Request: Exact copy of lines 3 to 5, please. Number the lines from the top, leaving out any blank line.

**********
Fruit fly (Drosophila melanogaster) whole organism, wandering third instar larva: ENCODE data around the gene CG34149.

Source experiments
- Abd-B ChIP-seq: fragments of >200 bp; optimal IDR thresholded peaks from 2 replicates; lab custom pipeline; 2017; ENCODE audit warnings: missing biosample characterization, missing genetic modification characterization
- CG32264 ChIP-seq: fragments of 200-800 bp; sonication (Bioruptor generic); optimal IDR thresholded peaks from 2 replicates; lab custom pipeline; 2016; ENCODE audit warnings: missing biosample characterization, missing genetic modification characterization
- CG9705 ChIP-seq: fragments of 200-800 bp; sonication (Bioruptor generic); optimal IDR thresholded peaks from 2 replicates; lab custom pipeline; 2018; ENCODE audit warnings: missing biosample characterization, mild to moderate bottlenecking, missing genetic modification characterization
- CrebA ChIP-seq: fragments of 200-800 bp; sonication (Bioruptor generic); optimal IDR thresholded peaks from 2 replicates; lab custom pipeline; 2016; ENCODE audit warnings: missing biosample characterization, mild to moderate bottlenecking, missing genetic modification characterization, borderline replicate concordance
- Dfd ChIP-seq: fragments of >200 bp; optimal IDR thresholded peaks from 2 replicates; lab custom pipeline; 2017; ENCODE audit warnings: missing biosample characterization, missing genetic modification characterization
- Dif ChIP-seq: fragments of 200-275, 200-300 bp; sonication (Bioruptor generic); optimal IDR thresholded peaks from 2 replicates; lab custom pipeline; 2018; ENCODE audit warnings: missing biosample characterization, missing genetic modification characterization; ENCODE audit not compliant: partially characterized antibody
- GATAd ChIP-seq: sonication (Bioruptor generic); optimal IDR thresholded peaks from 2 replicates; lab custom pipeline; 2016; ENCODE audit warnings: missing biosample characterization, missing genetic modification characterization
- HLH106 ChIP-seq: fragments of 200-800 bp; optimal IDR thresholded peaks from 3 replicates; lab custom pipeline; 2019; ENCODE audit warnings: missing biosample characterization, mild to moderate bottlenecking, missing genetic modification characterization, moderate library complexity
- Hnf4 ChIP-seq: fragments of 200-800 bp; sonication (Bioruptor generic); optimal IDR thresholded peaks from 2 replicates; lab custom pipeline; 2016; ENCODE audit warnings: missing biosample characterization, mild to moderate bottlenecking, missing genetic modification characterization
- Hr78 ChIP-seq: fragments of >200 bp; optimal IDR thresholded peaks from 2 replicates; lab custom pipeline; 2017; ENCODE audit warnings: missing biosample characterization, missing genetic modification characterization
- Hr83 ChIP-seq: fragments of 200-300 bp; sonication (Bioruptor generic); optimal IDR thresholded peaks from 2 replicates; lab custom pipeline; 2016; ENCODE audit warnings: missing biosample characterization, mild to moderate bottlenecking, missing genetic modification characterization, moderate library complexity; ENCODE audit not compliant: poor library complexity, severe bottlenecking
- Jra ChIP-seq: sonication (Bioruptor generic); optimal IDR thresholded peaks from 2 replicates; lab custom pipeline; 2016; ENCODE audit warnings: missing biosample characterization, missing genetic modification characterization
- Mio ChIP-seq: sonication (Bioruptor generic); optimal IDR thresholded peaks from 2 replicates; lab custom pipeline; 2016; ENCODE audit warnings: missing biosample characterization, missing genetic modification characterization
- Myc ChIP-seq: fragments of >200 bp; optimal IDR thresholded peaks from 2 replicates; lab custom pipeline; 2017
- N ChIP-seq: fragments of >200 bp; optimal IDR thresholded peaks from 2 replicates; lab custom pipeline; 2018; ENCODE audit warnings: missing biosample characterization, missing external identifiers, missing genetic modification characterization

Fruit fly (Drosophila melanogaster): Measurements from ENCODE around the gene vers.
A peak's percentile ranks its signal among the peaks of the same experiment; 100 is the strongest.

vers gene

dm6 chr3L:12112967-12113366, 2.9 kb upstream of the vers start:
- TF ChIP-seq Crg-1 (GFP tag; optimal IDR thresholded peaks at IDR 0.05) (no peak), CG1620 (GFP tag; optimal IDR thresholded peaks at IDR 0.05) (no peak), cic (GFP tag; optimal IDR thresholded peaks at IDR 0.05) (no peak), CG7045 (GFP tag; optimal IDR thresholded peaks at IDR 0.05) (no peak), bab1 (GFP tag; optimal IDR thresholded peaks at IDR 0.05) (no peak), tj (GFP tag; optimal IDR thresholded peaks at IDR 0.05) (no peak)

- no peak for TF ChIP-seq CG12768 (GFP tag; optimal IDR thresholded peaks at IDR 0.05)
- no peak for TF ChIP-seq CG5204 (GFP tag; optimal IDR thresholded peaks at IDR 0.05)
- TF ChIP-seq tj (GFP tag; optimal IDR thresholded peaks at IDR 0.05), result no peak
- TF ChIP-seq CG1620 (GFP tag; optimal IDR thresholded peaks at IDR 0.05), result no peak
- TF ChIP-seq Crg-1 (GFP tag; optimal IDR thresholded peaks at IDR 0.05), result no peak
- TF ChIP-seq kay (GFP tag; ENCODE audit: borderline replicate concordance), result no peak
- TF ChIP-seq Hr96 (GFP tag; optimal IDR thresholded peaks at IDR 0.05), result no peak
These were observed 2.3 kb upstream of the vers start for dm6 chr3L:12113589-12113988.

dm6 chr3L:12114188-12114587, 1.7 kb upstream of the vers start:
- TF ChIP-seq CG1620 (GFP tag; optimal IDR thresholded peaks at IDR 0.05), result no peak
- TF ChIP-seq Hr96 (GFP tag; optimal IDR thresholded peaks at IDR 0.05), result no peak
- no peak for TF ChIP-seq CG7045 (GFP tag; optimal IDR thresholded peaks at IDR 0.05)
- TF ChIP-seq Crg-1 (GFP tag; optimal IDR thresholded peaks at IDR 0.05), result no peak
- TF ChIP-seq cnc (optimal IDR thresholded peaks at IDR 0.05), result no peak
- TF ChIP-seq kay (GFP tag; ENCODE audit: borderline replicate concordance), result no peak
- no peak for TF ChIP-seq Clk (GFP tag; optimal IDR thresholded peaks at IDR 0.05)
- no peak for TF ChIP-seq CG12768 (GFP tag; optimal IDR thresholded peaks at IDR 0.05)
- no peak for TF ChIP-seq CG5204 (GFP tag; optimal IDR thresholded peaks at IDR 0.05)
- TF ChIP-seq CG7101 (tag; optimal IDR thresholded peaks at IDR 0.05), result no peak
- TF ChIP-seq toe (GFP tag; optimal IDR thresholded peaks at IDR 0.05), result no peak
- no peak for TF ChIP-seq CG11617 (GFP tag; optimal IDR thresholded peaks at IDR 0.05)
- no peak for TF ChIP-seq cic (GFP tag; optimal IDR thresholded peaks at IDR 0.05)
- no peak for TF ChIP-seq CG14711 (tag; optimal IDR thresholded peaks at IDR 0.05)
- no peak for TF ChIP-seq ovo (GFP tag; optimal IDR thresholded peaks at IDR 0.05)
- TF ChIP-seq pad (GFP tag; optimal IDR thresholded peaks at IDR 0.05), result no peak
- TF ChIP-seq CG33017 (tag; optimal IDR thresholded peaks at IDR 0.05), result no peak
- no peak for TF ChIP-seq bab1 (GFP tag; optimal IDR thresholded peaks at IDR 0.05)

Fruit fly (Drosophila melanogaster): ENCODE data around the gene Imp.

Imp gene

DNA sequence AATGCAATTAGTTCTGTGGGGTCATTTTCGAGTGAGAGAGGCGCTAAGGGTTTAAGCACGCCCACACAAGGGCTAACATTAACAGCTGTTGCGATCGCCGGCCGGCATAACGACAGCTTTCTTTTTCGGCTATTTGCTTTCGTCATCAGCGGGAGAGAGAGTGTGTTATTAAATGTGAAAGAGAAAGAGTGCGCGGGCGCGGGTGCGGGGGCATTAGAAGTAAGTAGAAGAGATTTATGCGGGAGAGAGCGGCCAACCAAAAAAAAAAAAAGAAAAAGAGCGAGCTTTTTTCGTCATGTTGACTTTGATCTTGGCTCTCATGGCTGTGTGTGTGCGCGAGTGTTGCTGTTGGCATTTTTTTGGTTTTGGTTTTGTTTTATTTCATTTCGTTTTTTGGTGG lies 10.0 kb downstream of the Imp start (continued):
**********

- Abd-B ChIP-seq: fragments of >200 bp; optimal IDR thresholded peaks from 2 replicates; lab custom pipeline; 2017; ENCODE audit warnings: missing biosample characterization, missing genetic modification characterization
- CG32264 ChIP-seq: fragments of 200-800 bp; sonication (Bioruptor generic); optimal IDR thresholded peaks from 2 replicates; lab custom pipeline; 2016; ENCODE audit warnings: missing biosample characterization, missing genetic modification characterization
- CG9705 ChIP-seq: fragments of 200-800 bp; sonication (Bioruptor generic); optimal IDR thresholded peaks from 2 replicates; lab custom pipeline; 2018; ENCODE audit warnings: missing biosample characterization, mild to moderate bottlenecking, missing genetic modification characterization